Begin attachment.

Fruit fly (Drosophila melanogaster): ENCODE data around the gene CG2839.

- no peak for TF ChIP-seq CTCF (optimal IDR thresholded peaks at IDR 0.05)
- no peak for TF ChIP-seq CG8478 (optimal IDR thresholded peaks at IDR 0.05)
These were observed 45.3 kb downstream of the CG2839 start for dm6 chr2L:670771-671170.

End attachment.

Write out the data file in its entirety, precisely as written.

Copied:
Fruit fly (Drosophila melanogaster): ENCODE data around the gene CG2839.

- no peak for TF ChIP-seq CTCF (optimal IDR thresholded peaks at IDR 0.05)
- no peak for TF ChIP-seq CG8478 (optimal IDR thresholded peaks at IDR 0.05)
These were observed 45.3 kb downstream of the CG2839 start for dm6 chr2L:670771-671170.